With another draft for the Pittsburgh Steelers in the books, let’s see what they did to try and improve their 8-8 2013 season.
Although it is always fun to dissect and grade drafts, I will be taking a step back here to get back into the rhythm with more of a summary. The one issue the Steelers had heading into the offseason was the lack of funds in the coffers and a lot of hard choices had to be made. Those choices as well as free agency moves (or lack there of) is what set up the Steelers to draft how they did. Lets look at what occurred in the 2014 NFL Draft for the Iron Curtain:
Going against the grain is not new for the Steelers’ organization, and the first round of the draft was no different. Against all the experts and analysts, not to mention the fans’ expectations, on Thursday evening the Steelers pulled the trigger on linebacker Ryan Shazier out of Ohio State with the 15th overall selection. Most if not all thought the Steeler would go corner or receiver in the first round, so the addition of Shazier raised a few eyebrows to say the least. For a second straight year, the front office went for a linebacker in the first round, but unlike last year, it looks like Shazier will be more of an inside linebacker, paired up with Lawrence Timmons.
After an unexpected first round, the Steelers were again faced with options as well as need in the corner and wide receiver positions. Again bypassing the fans and analyst sentiment at the time, they chose to go with a defensive lineman, Stephon Tuitt from Notre Dame. Although it is clear Truitt will not alleviate the pressure in the receiving corps or the secondary, strengthening a defensive line (with a void left by the departed Ziggy Hood) is what he does. This also means that veteran defensive end Brett Keisel will most likely not be re-signed.
With a compensatory pick in the third round, surely the Steelers would address the needs mentioned earlier, right? Well, the Steelers are their own nation so, “no”. The Steelers decided to go with a smallish but freakishly fast running back out of Kent State, Dri Archer, who weighs in at 170 pounds and some reports state that he has 4.2 level speed. Although a nice pick up, Pittsburgh already has Le’Veon Bell and LeGarrette Blount firmly entrenched in the depth chart. Interesting selection to say the least but look for Archer to try and make a name for himself as a return man, given the company he will keep.
Finally, after three rounds, it looks like the Steelers addressed one of their most pressing needs. With the 118th pick overall, the Steelers drafted wide receiver Martavis Bryant. The other Tiger receiver on the draft not named Sammy Watkins could potentially transform himself into the tall ball catcher the Steelers have been looking for. However, no matter how deep this years’ draft was with receivers, it is never a sure thing with a rookie, especially when being selected in the 4th round.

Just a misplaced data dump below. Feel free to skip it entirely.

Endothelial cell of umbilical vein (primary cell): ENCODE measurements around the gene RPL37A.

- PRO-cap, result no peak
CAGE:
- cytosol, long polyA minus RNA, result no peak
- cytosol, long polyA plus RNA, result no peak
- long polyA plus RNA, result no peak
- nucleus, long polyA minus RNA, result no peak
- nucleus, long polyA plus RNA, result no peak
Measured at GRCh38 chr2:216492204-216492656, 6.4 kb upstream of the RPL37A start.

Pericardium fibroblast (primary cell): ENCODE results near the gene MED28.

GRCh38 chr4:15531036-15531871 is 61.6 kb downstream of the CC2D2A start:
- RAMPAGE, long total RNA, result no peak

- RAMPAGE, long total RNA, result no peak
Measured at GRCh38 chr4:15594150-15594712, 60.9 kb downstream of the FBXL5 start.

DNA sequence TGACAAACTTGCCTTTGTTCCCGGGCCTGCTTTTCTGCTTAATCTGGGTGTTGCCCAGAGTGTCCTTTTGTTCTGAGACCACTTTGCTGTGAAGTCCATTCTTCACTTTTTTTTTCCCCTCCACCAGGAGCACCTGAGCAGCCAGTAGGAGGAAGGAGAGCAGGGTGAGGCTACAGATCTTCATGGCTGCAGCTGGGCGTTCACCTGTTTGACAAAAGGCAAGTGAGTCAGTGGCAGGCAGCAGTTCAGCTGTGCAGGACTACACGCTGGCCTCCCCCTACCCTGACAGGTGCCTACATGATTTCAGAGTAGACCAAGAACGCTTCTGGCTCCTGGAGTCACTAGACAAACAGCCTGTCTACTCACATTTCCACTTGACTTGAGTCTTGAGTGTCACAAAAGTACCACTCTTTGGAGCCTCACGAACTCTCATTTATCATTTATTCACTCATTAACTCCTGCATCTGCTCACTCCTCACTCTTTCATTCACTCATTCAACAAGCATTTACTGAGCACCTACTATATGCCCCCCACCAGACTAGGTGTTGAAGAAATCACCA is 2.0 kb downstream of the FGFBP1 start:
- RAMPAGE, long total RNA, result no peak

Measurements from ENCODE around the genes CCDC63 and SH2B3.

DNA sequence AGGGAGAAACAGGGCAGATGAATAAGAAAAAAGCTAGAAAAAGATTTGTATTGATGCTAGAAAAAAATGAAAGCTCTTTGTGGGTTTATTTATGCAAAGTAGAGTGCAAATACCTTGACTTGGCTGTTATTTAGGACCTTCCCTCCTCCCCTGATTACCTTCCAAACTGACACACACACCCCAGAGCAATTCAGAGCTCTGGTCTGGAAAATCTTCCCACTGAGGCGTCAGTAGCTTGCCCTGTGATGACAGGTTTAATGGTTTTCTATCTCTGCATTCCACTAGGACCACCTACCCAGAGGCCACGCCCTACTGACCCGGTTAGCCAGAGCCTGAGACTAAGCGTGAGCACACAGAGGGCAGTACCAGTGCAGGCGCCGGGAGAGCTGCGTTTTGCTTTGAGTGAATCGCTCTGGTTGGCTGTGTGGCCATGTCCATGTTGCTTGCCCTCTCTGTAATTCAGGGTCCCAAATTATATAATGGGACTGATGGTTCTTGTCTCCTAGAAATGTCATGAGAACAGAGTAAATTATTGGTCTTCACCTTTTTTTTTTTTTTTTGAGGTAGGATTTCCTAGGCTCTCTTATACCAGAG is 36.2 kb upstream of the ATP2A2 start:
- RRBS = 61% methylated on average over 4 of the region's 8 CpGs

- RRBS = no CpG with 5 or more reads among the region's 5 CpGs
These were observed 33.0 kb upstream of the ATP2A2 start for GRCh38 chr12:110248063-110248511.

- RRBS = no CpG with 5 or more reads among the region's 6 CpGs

The Steelers most pressing need entering the 2014 off-season was clearly the cornerback position. When the pick of Shaquille Richardson was announced with the 157th pick, I am sure more than a few fans used the word “finally”. In recent year the Steelers have found themselves searching for corners in the later rounds, so it is not that big of a surprise. Hopefully the coaching staff can work their magic with Richardson and turn him into the likes of William Gay, Ike Taylor, Cortez Allen and Keenan Lewis (4th, 5th, 3rd, and 4th, round selections respectively).
With another compensatory pick in the fifth round, the Steelers went offense and selected tackle Wesley Johnson out of Vanderbilt. Johnson is a depth selection for Pittsburgh as an offensive tackle. However, with Ramon Foster (LG) and Kelvin Beachum (LT) already inked in as starters, there is nothing that states the 6’5″ 297 pound Johnson can’t work his way up the depth chart.
Inside linebacker Jordan Zumwalt was the Steelers choice with the 192nd pick overall. Zumwalt looks to have an uphill battle to get to the top, or near, the pecking order. With the addition of Shazier along with incumbent Vince Williams (who recorded 53 tackles last season as a rookie) and the return of Sean Spence from injury, the brackets are full and Zumwalt would have to be named a steal to jump ahead of any of the aforementioned players. One thing Zumwalt can do to stay in the minds of the coaching staff is perform well on special teams, like most linebackers selected in the late rounds.
With a third compensatory pick in the NFL Draft, the Steelers opted for Daniel McCullers at the 215th spot. A tackle from Tennessee, McCullers comes in at 6’7″ and a 352 pound frame. Obviously a depth selection for the defensive line, he can be developed into a decent player in Pittsburgh. With his size, McCullers can find himself playing the role of nose tackle, sort of like Casey Hampton when he manned the position exceptionally well for 12 seasons.
With their last pick of the draft, the Steelers selected offense and picked up tight end Rob Blanchflower out of Massachusetts. As the tight end depth chart for Pittsburgh already contains Heath Miler as the number one option and Matt Spaeth as number two, Blanchflower will find it difficult to move up the pecking order. A most likely practice squad member, it might take a couple of years or some injuries to put a dent on a crowded roster.